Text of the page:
3/14/2005 12:40:00 PM|||peter patnaik|||Stagolee is one of the most famous blues ballads, one that represent both the blues and history of violence and masculinity in American society. The purpose of this week is not to discuss the murder of Billy Lyons, the mythology of Lee Shelton or the lasting impact of the song really. I see this week as a way for the blues public to share their favorite version of the song and doing so tell a little bit about themselves and their own history with the song and the blues. I feel that I could have picked my favorite 30 Stagolee tracks, combined that with a slick essay that cities Cecil Brown's wonderful Stagolee Shot Billy but what would that mean? I wouldn't have picked a lot of these songs, because they aren't pre-war blues or because I don't the singer or as in the case of a bunch of them, because I haven't heard them. I hope that people continue to send in their favorite versions of the song, also if anyone knows if Lucille Bogan's version has been found or is on a CD please let me know.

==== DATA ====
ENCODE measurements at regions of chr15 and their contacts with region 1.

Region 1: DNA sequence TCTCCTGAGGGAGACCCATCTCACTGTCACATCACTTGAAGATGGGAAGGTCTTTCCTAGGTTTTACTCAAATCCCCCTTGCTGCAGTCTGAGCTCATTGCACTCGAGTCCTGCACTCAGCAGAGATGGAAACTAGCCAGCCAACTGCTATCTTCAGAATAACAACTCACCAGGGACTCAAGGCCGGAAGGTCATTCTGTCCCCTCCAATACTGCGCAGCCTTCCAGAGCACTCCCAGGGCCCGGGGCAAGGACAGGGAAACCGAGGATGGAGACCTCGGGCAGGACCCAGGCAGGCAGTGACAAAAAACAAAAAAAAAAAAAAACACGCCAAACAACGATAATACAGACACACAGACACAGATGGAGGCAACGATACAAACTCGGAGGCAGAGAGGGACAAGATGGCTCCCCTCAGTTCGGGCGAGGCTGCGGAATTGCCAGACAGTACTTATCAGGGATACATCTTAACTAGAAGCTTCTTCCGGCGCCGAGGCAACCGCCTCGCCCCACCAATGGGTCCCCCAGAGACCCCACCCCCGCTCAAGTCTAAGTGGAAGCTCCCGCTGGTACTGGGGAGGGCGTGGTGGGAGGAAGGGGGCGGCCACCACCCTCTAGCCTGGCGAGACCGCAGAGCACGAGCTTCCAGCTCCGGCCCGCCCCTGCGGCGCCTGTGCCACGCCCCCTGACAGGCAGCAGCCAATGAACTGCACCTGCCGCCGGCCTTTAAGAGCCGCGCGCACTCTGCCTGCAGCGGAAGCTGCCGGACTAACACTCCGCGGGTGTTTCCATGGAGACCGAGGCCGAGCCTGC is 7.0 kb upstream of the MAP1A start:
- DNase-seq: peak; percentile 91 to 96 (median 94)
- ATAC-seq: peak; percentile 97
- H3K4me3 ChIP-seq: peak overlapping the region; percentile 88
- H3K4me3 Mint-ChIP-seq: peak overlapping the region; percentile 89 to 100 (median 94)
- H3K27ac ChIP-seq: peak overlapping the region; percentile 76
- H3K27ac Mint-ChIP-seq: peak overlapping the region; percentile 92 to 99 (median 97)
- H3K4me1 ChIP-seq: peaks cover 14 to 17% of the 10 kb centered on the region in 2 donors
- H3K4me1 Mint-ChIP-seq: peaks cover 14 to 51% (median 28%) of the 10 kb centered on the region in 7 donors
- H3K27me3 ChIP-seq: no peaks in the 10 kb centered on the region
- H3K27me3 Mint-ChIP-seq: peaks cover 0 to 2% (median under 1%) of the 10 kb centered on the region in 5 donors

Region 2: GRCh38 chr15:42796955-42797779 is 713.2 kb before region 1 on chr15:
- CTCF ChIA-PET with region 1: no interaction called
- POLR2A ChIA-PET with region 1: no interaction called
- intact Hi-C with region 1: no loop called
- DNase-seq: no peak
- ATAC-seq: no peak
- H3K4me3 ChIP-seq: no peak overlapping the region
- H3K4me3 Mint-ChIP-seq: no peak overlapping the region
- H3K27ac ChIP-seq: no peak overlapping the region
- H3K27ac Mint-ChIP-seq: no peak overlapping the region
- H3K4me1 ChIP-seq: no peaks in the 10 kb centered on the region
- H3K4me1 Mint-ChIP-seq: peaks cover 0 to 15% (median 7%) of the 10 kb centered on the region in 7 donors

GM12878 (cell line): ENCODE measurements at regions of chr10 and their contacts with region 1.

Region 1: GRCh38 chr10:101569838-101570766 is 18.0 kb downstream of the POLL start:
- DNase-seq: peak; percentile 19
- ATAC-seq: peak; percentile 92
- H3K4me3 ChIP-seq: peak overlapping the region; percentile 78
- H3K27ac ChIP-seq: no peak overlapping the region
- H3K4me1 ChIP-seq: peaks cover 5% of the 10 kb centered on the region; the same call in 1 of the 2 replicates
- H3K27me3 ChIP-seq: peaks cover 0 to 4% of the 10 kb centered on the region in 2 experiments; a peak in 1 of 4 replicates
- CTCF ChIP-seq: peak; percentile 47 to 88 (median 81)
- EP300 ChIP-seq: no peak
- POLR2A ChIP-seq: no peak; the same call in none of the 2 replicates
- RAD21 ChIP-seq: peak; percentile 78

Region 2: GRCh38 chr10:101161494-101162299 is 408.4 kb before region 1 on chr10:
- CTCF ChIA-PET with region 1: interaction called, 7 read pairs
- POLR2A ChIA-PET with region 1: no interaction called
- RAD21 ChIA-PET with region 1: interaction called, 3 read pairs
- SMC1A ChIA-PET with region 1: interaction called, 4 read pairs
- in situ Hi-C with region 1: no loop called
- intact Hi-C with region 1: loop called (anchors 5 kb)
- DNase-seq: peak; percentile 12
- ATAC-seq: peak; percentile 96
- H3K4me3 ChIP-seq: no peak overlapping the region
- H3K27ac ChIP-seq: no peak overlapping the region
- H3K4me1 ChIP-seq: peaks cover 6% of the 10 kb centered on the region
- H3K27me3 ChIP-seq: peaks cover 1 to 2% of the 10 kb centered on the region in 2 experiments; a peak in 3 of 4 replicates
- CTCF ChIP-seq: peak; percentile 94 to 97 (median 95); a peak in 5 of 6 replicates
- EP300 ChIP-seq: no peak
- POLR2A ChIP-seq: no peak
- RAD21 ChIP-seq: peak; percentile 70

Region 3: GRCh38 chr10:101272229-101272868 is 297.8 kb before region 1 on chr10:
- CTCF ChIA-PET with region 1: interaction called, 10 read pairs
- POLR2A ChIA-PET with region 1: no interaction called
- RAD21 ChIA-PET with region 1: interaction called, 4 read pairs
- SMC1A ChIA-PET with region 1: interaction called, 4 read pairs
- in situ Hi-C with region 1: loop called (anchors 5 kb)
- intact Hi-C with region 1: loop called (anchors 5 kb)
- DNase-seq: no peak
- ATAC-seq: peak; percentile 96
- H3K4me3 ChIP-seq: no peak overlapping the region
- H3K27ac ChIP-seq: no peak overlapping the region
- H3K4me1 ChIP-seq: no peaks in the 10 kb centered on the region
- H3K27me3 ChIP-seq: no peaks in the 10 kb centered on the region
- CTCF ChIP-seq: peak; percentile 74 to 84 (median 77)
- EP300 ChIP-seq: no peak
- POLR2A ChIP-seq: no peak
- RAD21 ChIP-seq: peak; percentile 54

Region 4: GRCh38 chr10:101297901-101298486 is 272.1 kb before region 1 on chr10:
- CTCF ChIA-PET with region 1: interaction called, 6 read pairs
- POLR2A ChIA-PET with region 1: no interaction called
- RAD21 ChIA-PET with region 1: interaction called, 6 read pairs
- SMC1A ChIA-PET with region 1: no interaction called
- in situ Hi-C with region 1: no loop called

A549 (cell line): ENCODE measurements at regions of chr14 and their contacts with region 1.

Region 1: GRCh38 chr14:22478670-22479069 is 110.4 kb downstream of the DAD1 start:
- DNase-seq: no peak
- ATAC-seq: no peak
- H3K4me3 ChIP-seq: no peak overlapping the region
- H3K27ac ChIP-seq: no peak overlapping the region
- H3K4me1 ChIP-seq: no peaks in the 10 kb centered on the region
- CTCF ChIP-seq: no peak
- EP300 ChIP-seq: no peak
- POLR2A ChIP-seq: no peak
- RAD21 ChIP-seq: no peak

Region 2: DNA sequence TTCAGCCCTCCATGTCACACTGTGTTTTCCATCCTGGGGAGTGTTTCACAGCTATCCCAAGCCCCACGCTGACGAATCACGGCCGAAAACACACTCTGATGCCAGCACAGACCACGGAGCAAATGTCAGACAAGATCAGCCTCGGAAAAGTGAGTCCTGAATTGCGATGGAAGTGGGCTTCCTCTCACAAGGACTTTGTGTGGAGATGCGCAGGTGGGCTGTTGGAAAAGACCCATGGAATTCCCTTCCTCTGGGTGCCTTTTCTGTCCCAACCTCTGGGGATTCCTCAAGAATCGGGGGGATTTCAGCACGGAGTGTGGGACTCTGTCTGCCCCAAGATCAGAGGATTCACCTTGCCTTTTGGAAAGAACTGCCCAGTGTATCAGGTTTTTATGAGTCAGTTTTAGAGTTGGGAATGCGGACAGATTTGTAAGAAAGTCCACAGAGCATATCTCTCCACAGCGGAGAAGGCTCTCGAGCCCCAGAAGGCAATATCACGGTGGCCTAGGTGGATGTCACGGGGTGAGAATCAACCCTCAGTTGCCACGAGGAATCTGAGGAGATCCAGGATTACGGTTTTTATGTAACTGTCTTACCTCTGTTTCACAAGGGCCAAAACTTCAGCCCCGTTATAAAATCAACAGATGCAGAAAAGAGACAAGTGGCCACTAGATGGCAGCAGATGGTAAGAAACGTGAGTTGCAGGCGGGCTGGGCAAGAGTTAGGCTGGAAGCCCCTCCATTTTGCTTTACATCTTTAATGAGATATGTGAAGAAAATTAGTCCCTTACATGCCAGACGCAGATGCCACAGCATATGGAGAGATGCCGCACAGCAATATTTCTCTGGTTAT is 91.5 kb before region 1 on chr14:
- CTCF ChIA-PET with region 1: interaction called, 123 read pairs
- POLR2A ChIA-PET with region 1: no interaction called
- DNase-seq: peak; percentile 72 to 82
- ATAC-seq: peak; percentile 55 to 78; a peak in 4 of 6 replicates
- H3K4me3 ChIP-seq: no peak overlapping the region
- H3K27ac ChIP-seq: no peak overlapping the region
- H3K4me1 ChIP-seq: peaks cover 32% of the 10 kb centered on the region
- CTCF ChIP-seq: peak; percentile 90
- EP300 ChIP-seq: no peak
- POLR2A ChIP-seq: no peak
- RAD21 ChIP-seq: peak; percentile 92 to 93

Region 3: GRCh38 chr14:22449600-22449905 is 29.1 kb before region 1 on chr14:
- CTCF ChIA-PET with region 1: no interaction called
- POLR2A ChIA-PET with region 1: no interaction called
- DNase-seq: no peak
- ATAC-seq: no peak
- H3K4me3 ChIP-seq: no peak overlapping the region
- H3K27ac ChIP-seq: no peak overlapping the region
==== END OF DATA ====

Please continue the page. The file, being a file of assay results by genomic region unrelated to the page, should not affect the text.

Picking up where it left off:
Simon from Spoil Victorian Child sent me this wonderful Wilson Pickett version that I hadn't heard before, a cover of Lloyd Price's original soul take on the ballad.
Wilson Pickett - Stagger Lee
Josh Guthman from Molinillo writes about Bama a prisoner that Alan Lomax recorded, version of Stackerlee
"This one is acapella. This verse -- a dialogue between Billy
& Stack -- is one of my favorites:
"Now one of them is a boy, Stack,
And the other one is girl."
"But if you love your children, Billy Lyons,
You will have to meet them in the other world."
Bama - Stackerlee
Grant Olsen writes very succincly about why I love Mississippi John Hurt's version of the Stack-O-Lee Blues:
Police Officer, How can it be?
You can 'rest everybody but cruel Stack O' Lee.
Mississippi John Hurt - Stack - O - Lee Blues|||111083570504794776|||Stagolee Week Begins!